A.—EXCAVATIONS AT DEIR EL-BAHARI.
The excavations on the site of Deir el-Bahari, which were begun last
year, and led to the discovery of the oldest temple at Thebes (see last year's
Report), have made much progress during the past season, throughout
which we have had the valuable help of Mr. E. R. Ayrton, who was in sole
charge of the work for a month. Mr. H. Garnett-Orme also assisted during
the latter part of the season.
At the end of the season ] 903-4 enough of the temple—the funerary
chapel of king Mentuhetep IIT, of the Xlth Dynasty—had been uncovered
to enable us to form a correct idea of its extent and of the nature of the
work which lay before us. It stood on a rectangular platform of rock, to
which led a ramp flanked by colonnades, as in the Temple of Hatshepsu.
Only the northern colonnade had been excavated, but there was no doubt
that a southern one must exist beneath the debris beyond the ramp. The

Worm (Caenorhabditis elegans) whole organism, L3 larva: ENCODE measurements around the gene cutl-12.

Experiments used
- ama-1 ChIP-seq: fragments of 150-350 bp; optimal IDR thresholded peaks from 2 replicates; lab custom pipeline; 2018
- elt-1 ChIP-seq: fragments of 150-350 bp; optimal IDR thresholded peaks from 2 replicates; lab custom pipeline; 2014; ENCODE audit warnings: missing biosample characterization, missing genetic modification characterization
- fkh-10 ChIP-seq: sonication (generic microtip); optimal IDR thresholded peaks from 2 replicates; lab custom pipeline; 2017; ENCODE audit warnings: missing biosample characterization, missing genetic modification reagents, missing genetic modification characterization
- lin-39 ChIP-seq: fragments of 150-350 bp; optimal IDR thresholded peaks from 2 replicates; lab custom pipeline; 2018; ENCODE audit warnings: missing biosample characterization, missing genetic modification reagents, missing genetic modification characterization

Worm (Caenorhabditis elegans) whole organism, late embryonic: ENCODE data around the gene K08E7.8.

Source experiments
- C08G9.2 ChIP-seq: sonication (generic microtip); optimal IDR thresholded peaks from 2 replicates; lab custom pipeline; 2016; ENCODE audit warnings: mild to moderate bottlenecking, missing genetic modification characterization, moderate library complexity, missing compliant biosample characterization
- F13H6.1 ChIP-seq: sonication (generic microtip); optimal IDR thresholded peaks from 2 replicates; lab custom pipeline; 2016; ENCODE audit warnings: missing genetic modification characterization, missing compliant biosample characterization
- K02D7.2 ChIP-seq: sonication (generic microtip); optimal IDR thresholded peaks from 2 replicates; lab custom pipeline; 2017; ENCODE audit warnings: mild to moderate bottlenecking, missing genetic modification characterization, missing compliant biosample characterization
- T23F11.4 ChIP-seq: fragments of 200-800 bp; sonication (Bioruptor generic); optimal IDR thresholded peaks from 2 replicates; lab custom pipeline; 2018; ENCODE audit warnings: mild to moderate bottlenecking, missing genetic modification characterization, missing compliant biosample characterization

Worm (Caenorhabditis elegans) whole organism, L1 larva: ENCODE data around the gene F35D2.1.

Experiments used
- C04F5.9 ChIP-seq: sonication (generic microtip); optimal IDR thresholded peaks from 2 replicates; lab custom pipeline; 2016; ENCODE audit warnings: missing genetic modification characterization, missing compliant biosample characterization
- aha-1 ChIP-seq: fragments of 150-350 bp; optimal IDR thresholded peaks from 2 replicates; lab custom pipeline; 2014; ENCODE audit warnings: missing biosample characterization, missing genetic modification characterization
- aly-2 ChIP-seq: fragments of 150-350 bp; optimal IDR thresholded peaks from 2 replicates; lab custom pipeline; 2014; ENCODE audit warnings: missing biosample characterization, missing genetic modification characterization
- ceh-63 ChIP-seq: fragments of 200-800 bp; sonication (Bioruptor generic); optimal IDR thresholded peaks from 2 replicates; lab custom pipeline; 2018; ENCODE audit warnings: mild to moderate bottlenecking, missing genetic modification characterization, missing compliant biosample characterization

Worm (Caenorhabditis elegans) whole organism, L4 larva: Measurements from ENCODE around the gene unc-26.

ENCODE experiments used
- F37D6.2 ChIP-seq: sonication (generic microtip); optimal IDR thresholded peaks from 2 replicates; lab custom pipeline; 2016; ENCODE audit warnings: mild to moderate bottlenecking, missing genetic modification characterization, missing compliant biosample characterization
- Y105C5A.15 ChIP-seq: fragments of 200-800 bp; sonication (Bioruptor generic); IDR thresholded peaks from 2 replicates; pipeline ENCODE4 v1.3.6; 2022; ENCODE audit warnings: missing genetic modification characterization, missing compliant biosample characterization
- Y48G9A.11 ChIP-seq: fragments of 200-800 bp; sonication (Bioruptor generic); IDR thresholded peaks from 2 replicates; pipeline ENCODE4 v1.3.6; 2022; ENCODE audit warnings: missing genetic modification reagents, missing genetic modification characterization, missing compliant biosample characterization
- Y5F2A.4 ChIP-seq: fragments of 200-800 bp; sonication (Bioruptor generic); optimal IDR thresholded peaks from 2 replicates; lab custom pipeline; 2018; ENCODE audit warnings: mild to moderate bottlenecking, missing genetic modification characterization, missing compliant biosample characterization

centre of the platform was evidently occupied by a wall-like construction
of heavy nodules of flint, aligned symmetrically with the platform. The
north-eastern corner of this was discovered at the end of the first season's
work, in January, 1904, and it seemed that it must be the pyramid of
Jlentuhetep III, which, we knew from the Abbott Papyrus, was situated
at Deir el-Bahari. The corner as discovered was photographed (pi. iii,
fig. 1) and then covered up again for the summer.
On recommencing work it was evident that three things had to be done;
the clearing of the ramp, the finding of the southern colonnade, and the
investigation of the central building on the platform. Work was begun
on October 30th. In order to clear the ramp and reach the Southern
colonnade it was necessary to drive a deep trench through the high debris
mounds up to the south side of the ramp.
This was done, the ramp cleared, and the colonnade found. It proved to
be in far less perfect preservation than the northern colonnade excavated